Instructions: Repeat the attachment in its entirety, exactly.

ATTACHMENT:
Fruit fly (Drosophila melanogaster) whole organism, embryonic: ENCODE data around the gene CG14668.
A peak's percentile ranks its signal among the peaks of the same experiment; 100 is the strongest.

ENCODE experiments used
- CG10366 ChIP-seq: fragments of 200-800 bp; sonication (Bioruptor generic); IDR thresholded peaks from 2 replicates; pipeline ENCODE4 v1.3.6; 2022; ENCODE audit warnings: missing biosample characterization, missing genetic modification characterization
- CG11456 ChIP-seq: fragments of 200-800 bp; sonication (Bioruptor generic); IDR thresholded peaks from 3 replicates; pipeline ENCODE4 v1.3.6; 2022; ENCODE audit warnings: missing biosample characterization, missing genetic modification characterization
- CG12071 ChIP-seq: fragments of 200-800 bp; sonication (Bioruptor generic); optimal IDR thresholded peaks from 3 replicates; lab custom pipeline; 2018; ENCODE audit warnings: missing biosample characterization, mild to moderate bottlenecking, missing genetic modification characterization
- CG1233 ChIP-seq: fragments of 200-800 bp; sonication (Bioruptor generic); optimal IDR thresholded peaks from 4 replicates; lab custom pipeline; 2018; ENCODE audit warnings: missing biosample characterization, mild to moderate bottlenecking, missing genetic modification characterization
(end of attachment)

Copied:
Fruit fly (Drosophila melanogaster) whole organism, embryonic: ENCODE data around the gene CG14668.
A peak's percentile ranks its signal among the peaks of the same experiment; 100 is the strongest.

ENCODE experiments used
- CG10366 ChIP-seq: fragments of 200-800 bp; sonication (Bioruptor generic); IDR thresholded peaks from 2 replicates; pipeline ENCODE4 v1.3.6; 2022; ENCODE audit warnings: missing biosample characterization, missing genetic modification characterization
- CG11456 ChIP-seq: fragments of 200-800 bp; sonication (Bioruptor generic); IDR thresholded peaks from 3 replicates; pipeline ENCODE4 v1.3.6; 2022; ENCODE audit warnings: missing biosample characterization, missing genetic modification characterization
- CG12071 ChIP-seq: fragments of 200-800 bp; sonication (Bioruptor generic); optimal IDR thresholded peaks from 3 replicates; lab custom pipeline; 2018; ENCODE audit warnings: missing biosample characterization, mild to moderate bottlenecking, missing genetic modification characterization
- CG1233 ChIP-seq: fragments of 200-800 bp; sonication (Bioruptor generic); optimal IDR thresholded peaks from 4 replicates; lab custom pipeline; 2018; ENCODE audit warnings: missing biosample characterization, mild to moderate bottlenecking, missing genetic modification characterization